What is this mysterious four decked paddle steamer out on a seemingly open sea somewhere on a grey November day last year with flags fluttering in the chill air and steam providing a little bit of atmosphere?
Here she is backing into an old fashioned pier with an old fashioned coaster alongside with an old fashioned crane on its foredeck.
But no! It is not an old fashioned crane. It is a sleek, new camera boom and filming is afoot aboard Lake Geneva’s preserved Mercure for a major Russian movie with Russian actors and the paddle steamer Rhone as one of its stars.
Rather in the same way that meeting an old friend after some time can come as a bit of a shock when you find that they are not quite as they once were but, in the interim since you last met, have become bloated, fat and lined, the Rhone, in her film disguise, whilst still recognisable, is not quite the Rhone that we have all known and loved.
There is a new name on her paddle box in the Cyrillic alphabet. Mock cabin extensions have been built on the foredeck and at the forward end of the promenade deck. An extra passenger deck has been added on top of everything with a gazebo attached. The normal sides of the upper saloon have gone and a new cabin structure sits in the middle of the deck in place of the usual wall to wall tables and chairs. The life-rafts are covered in canvas.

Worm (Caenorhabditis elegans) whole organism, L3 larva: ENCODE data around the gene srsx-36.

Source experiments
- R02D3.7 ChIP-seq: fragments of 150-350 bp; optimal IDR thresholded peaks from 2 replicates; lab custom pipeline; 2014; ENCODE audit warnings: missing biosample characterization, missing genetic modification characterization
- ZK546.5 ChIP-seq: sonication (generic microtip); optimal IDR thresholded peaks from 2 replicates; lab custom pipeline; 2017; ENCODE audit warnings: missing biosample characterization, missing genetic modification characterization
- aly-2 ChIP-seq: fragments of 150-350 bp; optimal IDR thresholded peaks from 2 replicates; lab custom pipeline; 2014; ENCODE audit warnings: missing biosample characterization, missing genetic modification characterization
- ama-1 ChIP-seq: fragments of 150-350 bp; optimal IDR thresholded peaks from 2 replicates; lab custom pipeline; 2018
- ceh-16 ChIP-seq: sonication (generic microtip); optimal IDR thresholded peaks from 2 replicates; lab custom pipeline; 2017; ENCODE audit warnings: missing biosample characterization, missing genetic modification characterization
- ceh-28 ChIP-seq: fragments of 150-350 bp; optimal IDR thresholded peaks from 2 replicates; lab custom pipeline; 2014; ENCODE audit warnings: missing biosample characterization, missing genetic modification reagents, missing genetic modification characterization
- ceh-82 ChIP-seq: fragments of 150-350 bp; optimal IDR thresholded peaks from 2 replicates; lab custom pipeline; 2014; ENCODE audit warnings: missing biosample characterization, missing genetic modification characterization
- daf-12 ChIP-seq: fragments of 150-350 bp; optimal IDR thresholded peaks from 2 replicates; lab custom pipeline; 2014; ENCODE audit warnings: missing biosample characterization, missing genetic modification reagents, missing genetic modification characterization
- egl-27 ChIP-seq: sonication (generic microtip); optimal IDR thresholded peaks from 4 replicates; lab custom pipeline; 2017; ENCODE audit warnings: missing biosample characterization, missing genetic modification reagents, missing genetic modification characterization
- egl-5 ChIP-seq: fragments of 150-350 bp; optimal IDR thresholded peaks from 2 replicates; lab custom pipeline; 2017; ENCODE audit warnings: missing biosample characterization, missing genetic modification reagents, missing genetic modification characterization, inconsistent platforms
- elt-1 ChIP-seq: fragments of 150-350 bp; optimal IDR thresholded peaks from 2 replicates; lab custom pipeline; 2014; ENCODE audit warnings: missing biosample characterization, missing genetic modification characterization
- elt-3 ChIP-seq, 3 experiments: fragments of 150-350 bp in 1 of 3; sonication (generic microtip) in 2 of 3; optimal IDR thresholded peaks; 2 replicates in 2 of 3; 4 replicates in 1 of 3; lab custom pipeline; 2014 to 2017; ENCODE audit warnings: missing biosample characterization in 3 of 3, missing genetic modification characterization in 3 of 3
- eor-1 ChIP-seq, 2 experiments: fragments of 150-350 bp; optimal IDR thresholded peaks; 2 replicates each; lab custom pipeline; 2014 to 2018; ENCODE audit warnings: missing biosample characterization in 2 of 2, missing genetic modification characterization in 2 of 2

There is even a new ladder up to the bridge. The wheelhouse has a new outside to it. And the radar has disappeared inside a grey box.
Le Bouveret Pier was also transformed to become a Bosphorus location with plenty of Belle Epoque props on and around it, including old boats, horses, carts, sawdust and straw all conjuring up another age.
Poised ready for “take seven”, our film star is about to set off “full ahead” with key members of the Russian cast standing by on the new top deck to wave goodbye to those they are leaving behind.
Off she goes…
…with the Mercure and camera in hot pursuit.
The filming lasted from mid October through into November doubtless providing a good end of season bonus for the CGN’s finances.
Now the Rhone is back home in the Lausanne chantier. The bloating, the fat and the lines have all gone and, Dorian Gray like, she is restored to her former beauteous self.
Kingswear Castle returned to service in 2023 after the first part of a major rebuild which is designed to set her up for the next 25 years running on the River Dart. The Paddle Steamer Kingswear Castle Trust is now fund raising for the second phase of the rebuild. You can read more about the rebuilds and how you can help if you can here.